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|作者：英语点津 文章来源：China Daily 点击数：66 更新时间：2017/4/26|
Saturn's icy moon Enceladus could theoretically be home to methane-producing alien life, NASA said Thursday.
Researchers made the announcement based on data from 2015, when the spacecraft Cassini detected the presence of hydrogen during a flyby through a plume of gas and ice erupting from Enceladus' south pole. The hydrogen, which is escaping into space from a hydrothermal vent on the moon's seafloor, could be a sign of methanogenesis, a form of anaerobic respiration in which microbes produce methane.
"This is a very significant finding because the hydrogen could be a potential source of chemical energy for any microbes that might be in Enceladus' ocean," Linda Spilker, a scientist at NASA's Jet Propulsion Laboratory, said Thursday at a press conference.
"We now know that Enceladus has almost all of the ingredients you would need to support life as we know it on Earth," she said.
The findings were published Thursday in the journal Science.
"This is the closest we've come, so far, to identifying a place with some of the ingredients needed for a habitable environment," Thomas Zurbuchen, associate administrator for NASA's Science Mission Directorate, said in a statement. "These results demonstrate the interconnected nature of NASA's science missions that are getting us closer to answering whether we are indeed alone or not."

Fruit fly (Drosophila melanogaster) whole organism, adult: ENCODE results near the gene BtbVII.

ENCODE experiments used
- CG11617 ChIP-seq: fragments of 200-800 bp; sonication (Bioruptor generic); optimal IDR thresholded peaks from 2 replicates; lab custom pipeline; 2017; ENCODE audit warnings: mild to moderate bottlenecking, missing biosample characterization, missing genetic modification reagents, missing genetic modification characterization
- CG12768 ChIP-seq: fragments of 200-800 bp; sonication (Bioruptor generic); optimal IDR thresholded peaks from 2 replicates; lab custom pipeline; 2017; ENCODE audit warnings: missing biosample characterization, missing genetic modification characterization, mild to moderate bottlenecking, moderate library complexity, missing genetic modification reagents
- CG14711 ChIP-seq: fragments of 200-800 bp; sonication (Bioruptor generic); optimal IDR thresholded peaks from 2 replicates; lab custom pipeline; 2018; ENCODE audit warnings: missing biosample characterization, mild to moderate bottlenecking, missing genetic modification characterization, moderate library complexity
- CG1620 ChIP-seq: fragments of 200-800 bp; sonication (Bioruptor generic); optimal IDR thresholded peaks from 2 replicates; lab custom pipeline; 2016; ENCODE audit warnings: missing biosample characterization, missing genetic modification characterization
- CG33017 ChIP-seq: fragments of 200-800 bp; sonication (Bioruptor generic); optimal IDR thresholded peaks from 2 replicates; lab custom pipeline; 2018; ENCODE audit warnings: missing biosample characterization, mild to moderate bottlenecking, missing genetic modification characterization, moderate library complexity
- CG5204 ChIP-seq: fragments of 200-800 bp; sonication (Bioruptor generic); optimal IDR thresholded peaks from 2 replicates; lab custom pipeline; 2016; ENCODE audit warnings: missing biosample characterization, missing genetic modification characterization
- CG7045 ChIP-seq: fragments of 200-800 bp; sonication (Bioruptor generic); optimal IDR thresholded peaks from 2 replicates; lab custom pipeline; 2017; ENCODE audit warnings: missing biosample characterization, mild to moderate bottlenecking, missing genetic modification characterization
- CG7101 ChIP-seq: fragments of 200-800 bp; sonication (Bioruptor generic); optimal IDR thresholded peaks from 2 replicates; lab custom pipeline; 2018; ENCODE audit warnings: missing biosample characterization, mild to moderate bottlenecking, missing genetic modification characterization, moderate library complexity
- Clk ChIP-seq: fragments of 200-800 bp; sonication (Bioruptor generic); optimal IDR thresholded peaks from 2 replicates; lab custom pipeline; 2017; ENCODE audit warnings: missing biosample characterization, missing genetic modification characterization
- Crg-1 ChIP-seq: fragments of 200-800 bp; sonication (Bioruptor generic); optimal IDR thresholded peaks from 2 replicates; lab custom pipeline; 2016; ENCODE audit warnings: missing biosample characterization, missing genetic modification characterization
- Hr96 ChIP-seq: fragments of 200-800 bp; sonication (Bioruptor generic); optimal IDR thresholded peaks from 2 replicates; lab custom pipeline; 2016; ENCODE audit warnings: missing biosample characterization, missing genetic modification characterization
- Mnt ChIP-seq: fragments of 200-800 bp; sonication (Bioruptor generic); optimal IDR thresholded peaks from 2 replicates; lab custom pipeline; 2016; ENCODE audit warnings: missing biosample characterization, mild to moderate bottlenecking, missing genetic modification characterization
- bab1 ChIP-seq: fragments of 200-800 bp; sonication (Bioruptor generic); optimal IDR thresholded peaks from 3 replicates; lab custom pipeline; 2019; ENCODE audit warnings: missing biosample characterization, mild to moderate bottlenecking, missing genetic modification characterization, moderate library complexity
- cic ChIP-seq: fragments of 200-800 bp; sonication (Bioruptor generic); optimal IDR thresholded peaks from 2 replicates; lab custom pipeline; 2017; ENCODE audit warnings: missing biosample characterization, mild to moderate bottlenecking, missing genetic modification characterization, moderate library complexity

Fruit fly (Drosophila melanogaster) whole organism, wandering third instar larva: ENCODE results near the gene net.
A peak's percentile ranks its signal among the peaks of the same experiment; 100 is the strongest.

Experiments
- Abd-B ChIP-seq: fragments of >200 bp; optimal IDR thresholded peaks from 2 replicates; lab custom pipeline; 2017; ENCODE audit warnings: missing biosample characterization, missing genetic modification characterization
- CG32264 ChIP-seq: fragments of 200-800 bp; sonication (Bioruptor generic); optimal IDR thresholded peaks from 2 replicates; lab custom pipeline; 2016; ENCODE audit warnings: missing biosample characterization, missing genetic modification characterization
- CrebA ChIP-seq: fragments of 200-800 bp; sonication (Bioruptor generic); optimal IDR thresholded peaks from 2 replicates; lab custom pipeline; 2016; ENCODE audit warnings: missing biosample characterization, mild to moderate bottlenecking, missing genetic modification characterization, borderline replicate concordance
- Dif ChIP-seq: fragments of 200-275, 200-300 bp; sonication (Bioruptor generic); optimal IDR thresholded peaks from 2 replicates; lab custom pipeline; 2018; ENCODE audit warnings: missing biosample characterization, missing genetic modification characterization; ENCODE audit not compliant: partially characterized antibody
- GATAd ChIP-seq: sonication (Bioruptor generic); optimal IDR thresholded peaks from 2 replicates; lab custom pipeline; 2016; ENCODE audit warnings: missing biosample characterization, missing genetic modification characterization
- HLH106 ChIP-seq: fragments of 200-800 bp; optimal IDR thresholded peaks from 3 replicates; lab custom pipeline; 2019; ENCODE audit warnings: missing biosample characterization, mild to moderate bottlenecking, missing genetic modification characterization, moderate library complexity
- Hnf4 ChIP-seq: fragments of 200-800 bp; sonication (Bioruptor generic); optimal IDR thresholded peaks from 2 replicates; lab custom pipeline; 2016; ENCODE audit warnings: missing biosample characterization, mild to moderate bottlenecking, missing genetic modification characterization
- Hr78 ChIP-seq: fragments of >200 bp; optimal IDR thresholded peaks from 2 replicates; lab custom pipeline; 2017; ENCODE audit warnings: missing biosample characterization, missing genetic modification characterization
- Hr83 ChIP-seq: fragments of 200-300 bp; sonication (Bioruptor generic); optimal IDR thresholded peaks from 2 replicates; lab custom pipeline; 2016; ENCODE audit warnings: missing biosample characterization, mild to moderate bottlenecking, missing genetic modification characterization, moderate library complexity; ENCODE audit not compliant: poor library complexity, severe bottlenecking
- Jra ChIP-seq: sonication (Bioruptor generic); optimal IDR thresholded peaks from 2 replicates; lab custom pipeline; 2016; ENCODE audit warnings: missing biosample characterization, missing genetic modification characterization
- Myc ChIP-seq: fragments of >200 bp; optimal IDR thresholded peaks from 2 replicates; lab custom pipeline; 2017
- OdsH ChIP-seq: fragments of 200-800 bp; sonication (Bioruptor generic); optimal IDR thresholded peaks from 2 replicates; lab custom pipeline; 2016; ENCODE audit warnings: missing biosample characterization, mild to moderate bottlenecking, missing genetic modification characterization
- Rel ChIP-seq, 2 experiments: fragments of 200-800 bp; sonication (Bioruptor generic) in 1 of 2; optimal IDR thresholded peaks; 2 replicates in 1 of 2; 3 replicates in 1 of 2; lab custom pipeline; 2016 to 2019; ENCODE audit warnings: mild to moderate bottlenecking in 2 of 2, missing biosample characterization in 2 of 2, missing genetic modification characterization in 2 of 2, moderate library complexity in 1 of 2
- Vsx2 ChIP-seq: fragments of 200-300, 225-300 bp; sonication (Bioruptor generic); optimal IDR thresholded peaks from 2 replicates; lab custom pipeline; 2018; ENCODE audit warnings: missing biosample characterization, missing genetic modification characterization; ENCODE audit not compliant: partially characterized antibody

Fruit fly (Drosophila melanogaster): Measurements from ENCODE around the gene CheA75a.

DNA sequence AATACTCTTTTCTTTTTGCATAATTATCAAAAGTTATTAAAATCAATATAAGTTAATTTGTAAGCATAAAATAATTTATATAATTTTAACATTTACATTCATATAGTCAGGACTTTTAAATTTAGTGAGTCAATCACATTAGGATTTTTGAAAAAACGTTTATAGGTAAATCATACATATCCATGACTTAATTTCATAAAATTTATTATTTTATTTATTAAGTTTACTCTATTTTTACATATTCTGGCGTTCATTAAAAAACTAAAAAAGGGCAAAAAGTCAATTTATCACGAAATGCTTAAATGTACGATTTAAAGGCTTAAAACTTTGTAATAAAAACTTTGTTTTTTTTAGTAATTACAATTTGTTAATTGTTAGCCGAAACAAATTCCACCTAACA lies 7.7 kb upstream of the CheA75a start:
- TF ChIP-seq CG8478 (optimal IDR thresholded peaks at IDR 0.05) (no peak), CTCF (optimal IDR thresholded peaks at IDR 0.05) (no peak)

NASA also announced that the Hubble Space Telescope observed what may have been a water vapor plume emerging from the surface of Jupiter's moon Europa in 2014, and again around the same area in 2016.
Confirming the existence of Europa's plumes would allow researchers to study that moon's chemical makeup without having to dig through miles of icy crust.
The Cassini and Hubble discoveries related to these "ocean worlds" will help scientists plan NASA's Europa Clipper mission, set to launch in the 2020s. The plan is for the unmanned spacecraft to orbit Jupiter and perform a detailed investigation of Europa, including measuring the depth and salinity of its ocean.
"These discoveries are coming just at the perfect time," Jim Green, director of NASA's Planetary Science Division, said Thursday. "It enables us to make the right set of observations that can tell us much more about these ocean worlds, Europa in particular."
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